Comparisons of treatment optimization directly incorporating random patient setup uncertainty with a margin-based approach

Joseph A. Moore, John J. Gordon, Mitchell S. Anscher, Jeffrey V. Siebers

Research output: Contribution to journalArticlepeer-review

18 Scopus citations


The purpose of this study is to incorporate the dosimetric effect of random patient positioning uncertainties directly into a commercial treatment planning system's IMRT plan optimization algorithm through probabilistic treatment planning (PTP) and compare coverage of this method with margin-based planning. In this work, PTP eliminates explicit margins and optimizes directly on the estimated integral treatment dose to determine optimal patient dose in the presence of setup uncertainties. Twenty-eight prostate patient plans adhering to the RTOG-0126 criteria are optimized using both margin-based and PTP methods. Only random errors are considered. For margin-based plans, the planning target volume is created by expanding the clinical target volume (CTV) by 2.1 mm to accommodate the simulated 3 mm random setup uncertainty. Random setup uncertainties are incorporated into IMRT dose evaluation by convolving each beam's incident fluence with a σ=3 mm Gaussian prior to dose calculation. PTP optimization uses the convolved fluence to estimate dose to ensure CTV coverage during plan optimization. PTP-based plans are compared to margin-based plans with equal CTV coverage in the presence of setup errors based on dose-volume metrics. The sensitivity of the optimized plans to patient-specific setup uncertainty variations is assessed by evaluating dose metrics for dose distributions corresponding to halving and doubling of the random setup uncertainty used in the optimization. Margin-based and PTP-based plans show similar target coverage. A physician review shows that PTP is preferred for 21 patients, margin-based plans are preferred in 2 patients, no preference is expressed for 1 patient, and both autogenerated plans are rejected for 4 patients. For the PTP-based plans, the average CTV receiving the prescription dose decreases by 0.5%, while the mean dose to the CTV increases by 0.7%. The CTV tumor control probability (TCP) is the same for both methods with the exception of one case in which PTP gave a slightly higher TCP. For critical structures that do not meet the optimization criteria, PTP shows a decrease in the volume receiving the maximum specified dose. PTP reduces local normal tissue volumes receiving the maximum dose on average by 48%. PTP results in lower mean dose to all critical structures for all plans. PTP results in a 2.5% increase in the probability of uncomplicated control (P+), along with a 1.9% reduction in rectum normal tissue complication probability (NTCP), and a 0.7% reduction in bladder NTCP. PTP-based plans show improved conformality as compared with margin-based plans with an average PTP-based dosimetric margin at 7100 cGy of 0.65 cm compared with the margin-based 0.90 cm and a PTP-based dosimetric margin at 3960 cGy of 1.60 cm compared with the margin-based 1.90 cm. PTP-based plans show similar sensitivity to variations of the uncertainty during treatment from the uncertainty used in planning as compared to margin-based plans. For equal target coverage, when compared to margin-based plans, PTP results in equal or lower doses to normal structures. PTP results in more conformal plans than margin-based plans and shows similar sensitivity to variations in uncertainty.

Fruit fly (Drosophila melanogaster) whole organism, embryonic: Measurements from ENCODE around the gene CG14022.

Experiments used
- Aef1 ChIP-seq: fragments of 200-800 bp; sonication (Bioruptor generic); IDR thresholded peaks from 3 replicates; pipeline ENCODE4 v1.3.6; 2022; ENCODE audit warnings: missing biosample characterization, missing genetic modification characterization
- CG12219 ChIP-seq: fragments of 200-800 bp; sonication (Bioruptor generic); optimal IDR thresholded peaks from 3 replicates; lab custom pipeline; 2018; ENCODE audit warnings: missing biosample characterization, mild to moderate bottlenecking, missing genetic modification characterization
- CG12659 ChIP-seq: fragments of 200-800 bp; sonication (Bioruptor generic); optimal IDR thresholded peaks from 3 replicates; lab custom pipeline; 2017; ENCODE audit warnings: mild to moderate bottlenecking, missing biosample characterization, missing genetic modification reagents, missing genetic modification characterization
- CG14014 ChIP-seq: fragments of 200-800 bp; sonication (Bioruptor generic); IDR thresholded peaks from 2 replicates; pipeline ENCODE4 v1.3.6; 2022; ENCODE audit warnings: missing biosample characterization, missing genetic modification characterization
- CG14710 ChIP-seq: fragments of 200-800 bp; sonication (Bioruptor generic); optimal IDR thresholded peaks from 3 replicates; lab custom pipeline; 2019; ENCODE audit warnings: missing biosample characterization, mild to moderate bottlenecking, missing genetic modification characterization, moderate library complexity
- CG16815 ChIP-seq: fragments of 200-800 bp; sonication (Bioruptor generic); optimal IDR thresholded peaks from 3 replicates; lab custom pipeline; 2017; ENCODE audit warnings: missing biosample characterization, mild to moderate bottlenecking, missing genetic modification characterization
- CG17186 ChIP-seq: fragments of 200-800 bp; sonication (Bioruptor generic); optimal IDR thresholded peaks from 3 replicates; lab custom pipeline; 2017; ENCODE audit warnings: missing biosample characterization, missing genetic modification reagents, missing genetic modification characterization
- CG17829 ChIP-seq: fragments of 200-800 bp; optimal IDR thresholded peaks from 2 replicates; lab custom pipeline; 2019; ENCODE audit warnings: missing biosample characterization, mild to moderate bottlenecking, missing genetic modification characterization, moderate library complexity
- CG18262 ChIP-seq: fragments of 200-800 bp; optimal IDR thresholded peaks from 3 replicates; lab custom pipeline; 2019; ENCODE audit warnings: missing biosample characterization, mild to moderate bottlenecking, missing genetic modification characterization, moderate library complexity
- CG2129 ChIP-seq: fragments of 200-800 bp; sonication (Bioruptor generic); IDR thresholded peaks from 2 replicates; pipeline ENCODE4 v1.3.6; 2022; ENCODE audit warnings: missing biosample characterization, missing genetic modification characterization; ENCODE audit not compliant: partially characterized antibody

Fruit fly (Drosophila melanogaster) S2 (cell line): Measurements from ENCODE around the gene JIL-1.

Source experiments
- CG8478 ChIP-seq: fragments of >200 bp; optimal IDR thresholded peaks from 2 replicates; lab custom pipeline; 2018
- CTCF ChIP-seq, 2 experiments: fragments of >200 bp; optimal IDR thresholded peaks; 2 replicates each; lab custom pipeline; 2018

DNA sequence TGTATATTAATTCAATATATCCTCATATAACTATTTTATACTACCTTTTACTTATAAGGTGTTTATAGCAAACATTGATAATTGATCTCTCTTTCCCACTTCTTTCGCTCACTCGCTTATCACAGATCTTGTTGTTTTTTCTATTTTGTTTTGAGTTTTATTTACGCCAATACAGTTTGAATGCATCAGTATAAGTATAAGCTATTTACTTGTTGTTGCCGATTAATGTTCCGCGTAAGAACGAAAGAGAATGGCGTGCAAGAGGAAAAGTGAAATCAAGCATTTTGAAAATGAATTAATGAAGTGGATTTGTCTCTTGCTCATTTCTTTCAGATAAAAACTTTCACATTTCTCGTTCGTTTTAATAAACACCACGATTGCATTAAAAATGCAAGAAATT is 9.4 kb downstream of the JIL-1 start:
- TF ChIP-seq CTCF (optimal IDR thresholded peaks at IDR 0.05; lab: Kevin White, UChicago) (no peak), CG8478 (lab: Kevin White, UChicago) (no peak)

Original languageEnglish (US)
Pages (from-to)3880-3890
Number of pages11
JournalMedical Physics
Issue number9
StatePublished - 2009
Externally publishedYes

Bibliographical note

Funding Information:
The authors would like to thank Karl Bzdusek and Michael Kaus of Philips Medical Systems for providing the hooks required to develop the Pinnacle plugins necessary for this work, and Dr. Elizabeth Weiss and Nahla Sayah at VCU for generating contours and initial plans for these patients. Thanks also go to James Ververs for his assistance in proofing this article. This work is supported by NIH Grant Nos. P01CA116602 and T32CA113277.


  • IMRT
  • Probabilistic planning
  • Robust treatment
  • Uncertainty


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